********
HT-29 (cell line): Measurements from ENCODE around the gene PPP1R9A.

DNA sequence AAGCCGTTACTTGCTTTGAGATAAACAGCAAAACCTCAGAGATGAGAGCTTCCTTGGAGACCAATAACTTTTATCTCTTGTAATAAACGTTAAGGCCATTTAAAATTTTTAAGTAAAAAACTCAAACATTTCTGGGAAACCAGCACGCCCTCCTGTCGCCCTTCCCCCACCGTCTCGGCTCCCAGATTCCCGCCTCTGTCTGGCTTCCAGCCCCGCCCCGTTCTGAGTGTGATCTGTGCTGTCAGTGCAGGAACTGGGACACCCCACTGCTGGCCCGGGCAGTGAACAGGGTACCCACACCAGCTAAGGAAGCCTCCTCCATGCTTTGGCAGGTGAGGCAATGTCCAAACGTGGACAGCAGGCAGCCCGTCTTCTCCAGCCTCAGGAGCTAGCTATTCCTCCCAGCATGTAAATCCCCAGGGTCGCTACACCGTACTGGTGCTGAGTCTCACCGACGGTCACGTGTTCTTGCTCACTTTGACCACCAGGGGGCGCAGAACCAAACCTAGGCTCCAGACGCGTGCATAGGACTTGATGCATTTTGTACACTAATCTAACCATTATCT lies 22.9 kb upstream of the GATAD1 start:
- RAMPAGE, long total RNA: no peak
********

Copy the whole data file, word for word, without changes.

HT-29 (cell line): Measurements from ENCODE around the gene PPP1R9A.

DNA sequence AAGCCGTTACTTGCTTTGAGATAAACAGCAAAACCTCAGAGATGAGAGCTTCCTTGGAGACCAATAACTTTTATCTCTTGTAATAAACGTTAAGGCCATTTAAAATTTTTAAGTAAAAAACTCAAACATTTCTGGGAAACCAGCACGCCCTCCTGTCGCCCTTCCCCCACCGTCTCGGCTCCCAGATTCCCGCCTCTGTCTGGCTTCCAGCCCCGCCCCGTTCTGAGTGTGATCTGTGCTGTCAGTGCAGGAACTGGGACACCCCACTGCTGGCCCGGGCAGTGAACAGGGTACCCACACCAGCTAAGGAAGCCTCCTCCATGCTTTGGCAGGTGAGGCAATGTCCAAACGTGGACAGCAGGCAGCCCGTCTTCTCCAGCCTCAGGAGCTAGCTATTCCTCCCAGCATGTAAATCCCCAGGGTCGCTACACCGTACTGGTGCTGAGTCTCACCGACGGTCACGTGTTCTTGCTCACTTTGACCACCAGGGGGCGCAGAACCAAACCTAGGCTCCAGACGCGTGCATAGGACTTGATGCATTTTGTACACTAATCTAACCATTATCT lies 22.9 kb upstream of the GATAD1 start:
- RAMPAGE, long total RNA: no peak